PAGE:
Professor Manuel EisnerProfessor of Comparative & Developmental Criminology
Professor Manuel Eisner
Professor of Comparative & Developmental Criminology
Director of Violence Research Centre
Macro-level Comparative Violence Research
My macro-level research on interpersonal violence comprises, amongst others, an innovative study on levels of homicide across Europe over a period of over 800 years (see, e.g. "Long-Term Historical Trends in Violent Crime", Crime and Justice: A Review of Research, Vol. 30). This study has become a landmark in our knowledge on historical patterns of interpersonal violence. More particularly, I was first to conclusively demonstrate a long-term pattern of declining homicide across Europe and to empirically show geographic variations in these patterns. This research has had a profound impact on how sociologists and criminologists think about long-term trends in interpersonal violence and their relationship to the evolution of modern society. A recent study (From Swords to Words, 2014, Crime and Justice - A Review of Research) has put several hypotheses about the causes of the decline to more formal empirical tests. Studies with Prof Nivette (University of Utrecht) have examined the extent to which the legitimacy of the state is associated, at the macro level, with cross-national variation in homicide rates. This research is part of a larger research programme on the political and social determinants of cooperation and conflict in complex societies.
Developmental Research on the Causes of Aggression
I also work on researching the developmental causes of aggressive behavior, crime and delinquency. I am one of the principal investigators (with Dr Denis Ribaud, University of Zurich) of the Zurich Project on the Social Development of Children, z-proso, which is hosted by the Jacobs Centre for Productive Youth Development, University of Zurich. Z-proso is a longitudinal study that examines the social development of 1675 children who entered primary school in the City of Zurich in 2004. The study currently comprises seven main data collections at ages 7, 8, 9, 11, 13, 15, and 17. Its focus is on the dynamics of aggressive behavior, violent victimization, and attitudes and perceptions related to violence and aggression. The study population is highly ethnically mixed with over 65% of participants coming from families with a migration background.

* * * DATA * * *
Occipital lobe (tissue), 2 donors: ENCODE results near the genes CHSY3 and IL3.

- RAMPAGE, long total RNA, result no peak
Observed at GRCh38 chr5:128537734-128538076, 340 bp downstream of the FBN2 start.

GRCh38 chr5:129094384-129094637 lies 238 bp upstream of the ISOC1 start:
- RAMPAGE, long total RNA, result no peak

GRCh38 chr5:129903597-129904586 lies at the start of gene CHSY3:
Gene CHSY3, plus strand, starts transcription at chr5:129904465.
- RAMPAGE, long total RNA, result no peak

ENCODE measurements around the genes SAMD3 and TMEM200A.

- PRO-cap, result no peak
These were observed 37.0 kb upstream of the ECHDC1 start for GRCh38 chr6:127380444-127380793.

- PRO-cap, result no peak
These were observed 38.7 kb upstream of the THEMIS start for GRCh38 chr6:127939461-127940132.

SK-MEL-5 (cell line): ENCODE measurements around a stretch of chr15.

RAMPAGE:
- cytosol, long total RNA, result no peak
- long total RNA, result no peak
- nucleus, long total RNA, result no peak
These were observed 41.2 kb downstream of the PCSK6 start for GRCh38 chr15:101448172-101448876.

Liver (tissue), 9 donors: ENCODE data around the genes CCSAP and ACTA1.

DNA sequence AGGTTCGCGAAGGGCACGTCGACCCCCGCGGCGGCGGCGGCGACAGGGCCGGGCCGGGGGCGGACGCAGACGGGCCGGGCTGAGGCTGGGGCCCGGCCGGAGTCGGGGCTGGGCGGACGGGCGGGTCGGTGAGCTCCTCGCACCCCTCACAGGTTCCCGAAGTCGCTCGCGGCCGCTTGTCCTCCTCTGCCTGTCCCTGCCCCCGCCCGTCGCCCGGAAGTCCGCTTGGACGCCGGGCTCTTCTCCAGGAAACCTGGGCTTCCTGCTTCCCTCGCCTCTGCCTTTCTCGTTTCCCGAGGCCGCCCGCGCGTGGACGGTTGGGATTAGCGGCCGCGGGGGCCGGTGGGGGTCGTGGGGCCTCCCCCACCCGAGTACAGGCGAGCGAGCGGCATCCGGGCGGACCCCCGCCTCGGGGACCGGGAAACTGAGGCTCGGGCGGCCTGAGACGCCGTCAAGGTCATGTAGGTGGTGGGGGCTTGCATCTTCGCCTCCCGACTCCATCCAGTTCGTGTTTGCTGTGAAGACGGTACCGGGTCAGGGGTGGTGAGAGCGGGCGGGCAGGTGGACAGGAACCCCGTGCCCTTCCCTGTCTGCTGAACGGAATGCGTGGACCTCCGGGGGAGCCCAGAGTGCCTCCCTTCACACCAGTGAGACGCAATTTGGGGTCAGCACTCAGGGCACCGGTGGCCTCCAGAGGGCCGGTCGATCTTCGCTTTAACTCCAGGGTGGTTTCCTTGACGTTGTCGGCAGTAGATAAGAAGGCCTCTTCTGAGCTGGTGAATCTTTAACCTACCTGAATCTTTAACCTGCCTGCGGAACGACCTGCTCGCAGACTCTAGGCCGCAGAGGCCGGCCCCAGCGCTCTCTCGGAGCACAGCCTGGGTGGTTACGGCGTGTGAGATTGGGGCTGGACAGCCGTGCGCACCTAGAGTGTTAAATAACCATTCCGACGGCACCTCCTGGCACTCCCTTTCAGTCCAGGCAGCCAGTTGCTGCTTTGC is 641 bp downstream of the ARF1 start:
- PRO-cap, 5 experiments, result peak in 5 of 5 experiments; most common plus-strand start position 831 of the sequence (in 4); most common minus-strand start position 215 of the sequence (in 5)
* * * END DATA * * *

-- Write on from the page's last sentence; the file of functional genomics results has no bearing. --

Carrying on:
The study pursues several research strands: Recent work with Murray (Journal of Child Psychology, 2016) has examined, for example, the comorbidity of aggressive behavior with other manifestations of psychopathology such as ADHD and depressive symptoms over the life course. Z-proso also specifically focuses on the dynamics of legal socialization during adolescence. Thus, work with Nivette, Ribeaud and Malti examined the developmental processes leading to legal cynicism as an important mechanism that facilitates violence and delinquency (a sense that one can take the law into one's own hands) during adolescence (Crime and Delinquency, 2015). Another research direction examines the mechanisms and events that affect change and stability in aggressive behavior over time. Our research with Averdijk, van Gelder and Ribeaud (Violence begets Violence, but how? Criminology, 2016, Vol 54:2), for example, has examined how change in decision-making processes due to victimization may account for the relationship between victimization and offending over time. Similarly, work led by Obsuth and published in the Journal of Youth and Adolescence (2016, with Murray, Malti, Sulger and Ribeaud) showed the strong influence of a supportive teacher-child relationship on subsequent declines in problem behavior including aggression.
Research on Violence Prevention
My academic work on violence prevention comprises primary experimental studies, meta-analyses that synthesize current knowledge in a given area, and work on policy factors that influence population-level reductions in interpersonal violence. Two universal prevention programmes were implemented as part of the z-proso study, and effects were assessed for up to seven years after the intervention. In the London Education and Inclusion Project (LEIP, 2013-2015) we evaluated an intervention aimed at promoting the social and communication skills of adolescents at a high risk of school exclusion. An ongoing meta-analysis (with Sara Valdebenito, Dr Maria Ttofi, Dr Alex Sutherland and Prof David Farrington) conducted for the Campbell collaboration examines the state of knowledge about interventions that can reduce school exclusions. A recent study, finally, in the Journal of Public Health Policy examines, at a cross-national level, what can be learned from international crime drop in recent time for the programming of prevention strategies at the national level.